What effect did Andrew Jackson’s feelings on internal improvements have? How did the government’s programs on the railroad both help and hinder the westward expansion of the United States? How did the different government programs encourage westward expansion, and how could they have been improved? How did the discovery of silver in the West affect the growth of the nation? How did states exercise their rights and have them restricted during the growth of America? Why did the government support the businesses and corporations over industrial workers in labor issues?

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How crucial were the contributions of the government to the building of America?

How crucial were the government’s contributions? 

Without the cooperation of the army and state governments, along with the federal government's support, American business would not have gained the monumental asset of a consistent and continental railroad. The Sherman Anti-Trust Act was a valuable statement of the government’s support for the common man, and the federal government provided substantial support to industrial factories and corporations in labor battles.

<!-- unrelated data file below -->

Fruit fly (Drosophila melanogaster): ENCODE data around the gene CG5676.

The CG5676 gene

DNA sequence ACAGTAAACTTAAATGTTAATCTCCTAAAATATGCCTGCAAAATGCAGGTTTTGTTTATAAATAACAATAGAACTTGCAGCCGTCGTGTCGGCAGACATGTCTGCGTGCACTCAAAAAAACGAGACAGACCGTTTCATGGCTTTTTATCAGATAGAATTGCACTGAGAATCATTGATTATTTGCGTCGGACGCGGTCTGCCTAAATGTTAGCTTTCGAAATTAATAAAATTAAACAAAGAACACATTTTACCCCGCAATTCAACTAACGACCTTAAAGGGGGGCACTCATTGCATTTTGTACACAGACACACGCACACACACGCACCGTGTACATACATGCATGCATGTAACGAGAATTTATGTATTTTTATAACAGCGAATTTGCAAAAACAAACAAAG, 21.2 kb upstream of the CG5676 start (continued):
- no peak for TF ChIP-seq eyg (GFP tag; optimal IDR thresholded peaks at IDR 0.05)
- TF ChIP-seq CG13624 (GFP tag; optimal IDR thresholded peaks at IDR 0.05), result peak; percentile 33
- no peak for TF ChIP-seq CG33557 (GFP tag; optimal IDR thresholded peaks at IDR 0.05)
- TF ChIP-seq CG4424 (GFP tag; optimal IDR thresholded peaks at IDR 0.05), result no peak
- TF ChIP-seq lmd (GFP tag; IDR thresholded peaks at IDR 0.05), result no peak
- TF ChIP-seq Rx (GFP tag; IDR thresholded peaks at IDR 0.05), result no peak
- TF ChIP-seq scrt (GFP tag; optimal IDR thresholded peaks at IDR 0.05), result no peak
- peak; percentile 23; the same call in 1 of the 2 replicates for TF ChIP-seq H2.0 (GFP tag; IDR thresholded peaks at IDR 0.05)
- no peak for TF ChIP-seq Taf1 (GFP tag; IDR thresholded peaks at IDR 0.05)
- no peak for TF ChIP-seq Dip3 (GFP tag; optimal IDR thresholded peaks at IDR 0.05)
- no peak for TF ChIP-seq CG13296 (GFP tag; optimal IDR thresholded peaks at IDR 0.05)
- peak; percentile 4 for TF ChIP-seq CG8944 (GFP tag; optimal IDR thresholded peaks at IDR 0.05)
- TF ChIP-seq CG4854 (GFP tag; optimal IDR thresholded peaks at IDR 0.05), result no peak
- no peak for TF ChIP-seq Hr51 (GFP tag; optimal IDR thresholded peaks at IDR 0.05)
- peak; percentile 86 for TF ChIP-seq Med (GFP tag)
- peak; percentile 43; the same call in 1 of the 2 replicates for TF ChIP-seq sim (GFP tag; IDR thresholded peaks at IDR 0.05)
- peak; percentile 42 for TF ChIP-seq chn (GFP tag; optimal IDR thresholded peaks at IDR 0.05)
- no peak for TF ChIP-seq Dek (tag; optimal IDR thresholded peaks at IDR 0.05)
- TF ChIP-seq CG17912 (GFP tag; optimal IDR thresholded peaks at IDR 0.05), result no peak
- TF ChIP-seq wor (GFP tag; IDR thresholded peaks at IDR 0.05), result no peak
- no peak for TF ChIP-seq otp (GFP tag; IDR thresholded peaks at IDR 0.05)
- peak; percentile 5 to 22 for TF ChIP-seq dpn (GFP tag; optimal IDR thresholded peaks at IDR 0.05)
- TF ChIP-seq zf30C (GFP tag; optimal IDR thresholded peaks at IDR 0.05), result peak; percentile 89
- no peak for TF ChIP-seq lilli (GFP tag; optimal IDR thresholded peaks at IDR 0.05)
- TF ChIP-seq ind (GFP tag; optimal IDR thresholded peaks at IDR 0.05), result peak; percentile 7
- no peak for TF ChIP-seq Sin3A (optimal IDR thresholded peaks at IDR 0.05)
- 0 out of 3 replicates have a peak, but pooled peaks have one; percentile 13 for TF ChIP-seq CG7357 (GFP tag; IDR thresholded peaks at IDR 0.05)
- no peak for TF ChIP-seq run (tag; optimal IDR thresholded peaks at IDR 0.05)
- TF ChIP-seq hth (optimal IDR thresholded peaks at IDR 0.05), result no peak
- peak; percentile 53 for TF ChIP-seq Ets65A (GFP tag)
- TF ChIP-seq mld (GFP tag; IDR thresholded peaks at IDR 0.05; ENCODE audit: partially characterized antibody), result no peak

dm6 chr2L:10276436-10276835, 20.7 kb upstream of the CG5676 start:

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How crucial were the government’s contributions? 

State and national governments were instrumental to the development of America's industry during this time period. Consider the facts presented in this exhibit when evaluating the contributions made by different groups towards the building of America.



So… Who built America, after all?

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Bibliography 

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Blum, John M. et al.; The National Experience Eighth Edition. Newman, John & Schmalbach, John; United States History. Chaitkin, Anton; Executive Intelligence Review, July 17, 1988 http://members.tripod.com/~american_almanac/railroad.htm#7 http://libwww.syr.edu/digital/images/e/ErieRailroad/ http://franklaughter.tripod.com/cgi-bin/growth/ http://www.ussteel.com/corp/index.htm Wikipedia; en.wikipedia.org www.sokotapictures.com/sponsors.html www.usagold.com/ gold/coins/bars.html http://www.ibiblio.org/expo/deadsea.scrolls.exhibit/Community/coins.html http://www.objectsby.com/ images/1francgrand.jpg

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Credits Executive Powerpoint Special Music Voice Directors Thanks &Actors Producers Sound Design To: Danny Chao “Who Grant Built America?” Daniel DannyJohnson Schafer Chao Adam Lederer © 2004 Daniel - Rellik Schafer Productions